Avoiding Higher Tax Brackets in Retirement with Partial Roth Conversions

As a retiree, it’s important to know and understand the basics when it comes to withdrawal order of your nest egg. Generally, conventional wisdom states that its best to spend down your cash and after-tax funds, while allowing your tax-advantaged investments to grow. But is this always the case, or can there be a such thing as “too much” tax deferral?

When accounting for all factors – including taxes, RMDs, and sources of retirement income – the answer often becomes more complicated.

Consider this example:

Mr. and Mrs. Smith, both aged 62, are recent retirees. Their combined income after deductions is $55,000, putting them squarely in the 15% tax bracket. They can live off this income, despite it being substantially lower than their working years, by tapping into their savings of $200k when needed. They are each eligible for social security income of $2,500 a month at full retirement age, and have managed to save $1.25M in their IRAs. Mrs. Smith will also begin receiving a private pension of $15,000 annually beginning at age 65.

In the case of Mr. and Mrs. Smith, continuing the tax deferral of their tax-advantaged accounts is likely not the best solution, and the couple should take advantage of their tax situation in their early 60’s. To do this without withdrawing the tax-advantaged funds, they can utilize a Partial Roth Conversion. In doing so, Mr. and Mrs. Smith can “fill up” the lower tax brackets by paying taxes on the IRA funds they convert to a Roth IRA. Mr. and Mrs. Smith will have access to tax free withdrawals in their later years, and will reduce their RMDs in the process.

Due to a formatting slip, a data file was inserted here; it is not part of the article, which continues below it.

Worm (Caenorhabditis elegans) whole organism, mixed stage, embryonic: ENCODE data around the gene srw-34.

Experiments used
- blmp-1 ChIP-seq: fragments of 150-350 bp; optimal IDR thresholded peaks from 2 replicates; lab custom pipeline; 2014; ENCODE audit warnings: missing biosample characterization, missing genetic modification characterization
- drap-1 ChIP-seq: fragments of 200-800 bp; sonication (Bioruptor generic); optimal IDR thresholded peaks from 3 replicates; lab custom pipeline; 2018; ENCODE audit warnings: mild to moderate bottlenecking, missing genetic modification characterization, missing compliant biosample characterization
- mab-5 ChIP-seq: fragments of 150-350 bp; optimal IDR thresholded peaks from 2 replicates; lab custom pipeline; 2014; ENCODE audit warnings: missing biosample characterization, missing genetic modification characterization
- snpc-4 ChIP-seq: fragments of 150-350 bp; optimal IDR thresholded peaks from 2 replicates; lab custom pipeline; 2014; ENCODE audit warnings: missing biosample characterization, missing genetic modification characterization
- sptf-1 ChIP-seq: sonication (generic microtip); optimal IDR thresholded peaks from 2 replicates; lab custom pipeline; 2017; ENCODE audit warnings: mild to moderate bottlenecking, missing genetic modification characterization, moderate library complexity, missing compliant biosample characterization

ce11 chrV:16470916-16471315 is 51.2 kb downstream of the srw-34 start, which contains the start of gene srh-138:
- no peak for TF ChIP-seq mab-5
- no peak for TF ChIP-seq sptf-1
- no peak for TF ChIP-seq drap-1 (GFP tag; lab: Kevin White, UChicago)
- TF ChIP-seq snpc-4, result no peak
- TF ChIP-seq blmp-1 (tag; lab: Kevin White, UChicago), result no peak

Source: IRS.GOV

*If your nest egg is primarily tax-deferred investments, do your best to “fill up” the tax brackets in green in your early years of retirement

Reducing their RMDs, as well as having access to a stream of tax free funds in their later years, will be vital when their other sources of income kick in. Given that Mrs. Smith’s pension and 85% of the couple’s social security will be subject to tax, the Smith’s marginal tax rate will very easily jump to the higher, undesirable tax brackets. This will be doubly worse if the Smiths are forced to take RMDs that they don’t necessarily need to support their yearly expenses.

This example is a very common situation for recent retirees today, given that the primary source of retirement savings is through tax-deferred, employee sponsored 401k plans. Sometimes it’s important to challenge conventional wisdom when planning for retirement, and to recognize that seemingly crazy ideas, like paying tax now instead of later, may be something you should consider.


*This information is not intended as authoritative guidance or tax advice. You should consult with your tax advisor for guidance on your specific situation.